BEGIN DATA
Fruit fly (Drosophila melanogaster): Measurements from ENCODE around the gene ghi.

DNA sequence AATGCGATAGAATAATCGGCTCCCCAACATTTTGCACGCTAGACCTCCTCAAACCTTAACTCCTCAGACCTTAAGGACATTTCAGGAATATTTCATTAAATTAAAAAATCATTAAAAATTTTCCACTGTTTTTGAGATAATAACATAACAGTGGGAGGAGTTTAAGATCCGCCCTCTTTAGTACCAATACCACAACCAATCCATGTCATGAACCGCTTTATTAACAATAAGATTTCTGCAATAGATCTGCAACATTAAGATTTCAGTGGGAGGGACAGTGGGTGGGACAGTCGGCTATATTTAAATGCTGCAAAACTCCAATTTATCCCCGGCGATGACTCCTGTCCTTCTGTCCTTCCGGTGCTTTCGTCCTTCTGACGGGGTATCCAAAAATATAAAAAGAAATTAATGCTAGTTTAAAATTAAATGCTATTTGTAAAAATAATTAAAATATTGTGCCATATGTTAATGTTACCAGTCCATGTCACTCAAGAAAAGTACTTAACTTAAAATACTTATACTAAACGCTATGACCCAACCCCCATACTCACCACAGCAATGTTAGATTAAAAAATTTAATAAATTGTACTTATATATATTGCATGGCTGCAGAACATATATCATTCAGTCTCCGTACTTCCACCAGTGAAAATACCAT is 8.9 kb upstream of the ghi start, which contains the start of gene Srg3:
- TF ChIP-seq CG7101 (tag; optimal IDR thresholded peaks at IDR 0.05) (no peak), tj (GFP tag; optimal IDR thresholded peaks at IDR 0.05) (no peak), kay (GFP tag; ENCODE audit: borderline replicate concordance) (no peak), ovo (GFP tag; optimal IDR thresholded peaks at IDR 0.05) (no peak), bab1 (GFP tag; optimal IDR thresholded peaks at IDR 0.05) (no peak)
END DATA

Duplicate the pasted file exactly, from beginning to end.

Fruit fly (Drosophila melanogaster): Measurements from ENCODE around the gene ghi.

DNA sequence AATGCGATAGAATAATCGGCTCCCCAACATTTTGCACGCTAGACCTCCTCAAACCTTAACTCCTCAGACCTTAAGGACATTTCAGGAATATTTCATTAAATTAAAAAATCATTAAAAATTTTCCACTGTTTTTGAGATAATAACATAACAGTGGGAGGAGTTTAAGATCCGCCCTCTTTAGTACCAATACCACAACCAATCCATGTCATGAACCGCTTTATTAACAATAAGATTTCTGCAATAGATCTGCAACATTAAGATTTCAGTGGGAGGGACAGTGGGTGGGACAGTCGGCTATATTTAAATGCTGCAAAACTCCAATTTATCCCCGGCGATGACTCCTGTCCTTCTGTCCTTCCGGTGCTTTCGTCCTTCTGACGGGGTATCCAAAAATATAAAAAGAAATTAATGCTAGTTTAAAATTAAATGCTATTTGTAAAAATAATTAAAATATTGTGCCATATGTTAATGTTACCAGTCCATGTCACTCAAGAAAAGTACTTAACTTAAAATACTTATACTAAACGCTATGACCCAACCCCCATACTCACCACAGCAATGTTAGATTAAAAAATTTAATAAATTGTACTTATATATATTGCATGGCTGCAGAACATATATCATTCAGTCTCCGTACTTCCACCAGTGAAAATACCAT is 8.9 kb upstream of the ghi start, which contains the start of gene Srg3:
- TF ChIP-seq CG7101 (tag; optimal IDR thresholded peaks at IDR 0.05) (no peak), tj (GFP tag; optimal IDR thresholded peaks at IDR 0.05) (no peak), kay (GFP tag; ENCODE audit: borderline replicate concordance) (no peak), ovo (GFP tag; optimal IDR thresholded peaks at IDR 0.05) (no peak), bab1 (GFP tag; optimal IDR thresholded peaks at IDR 0.05) (no peak)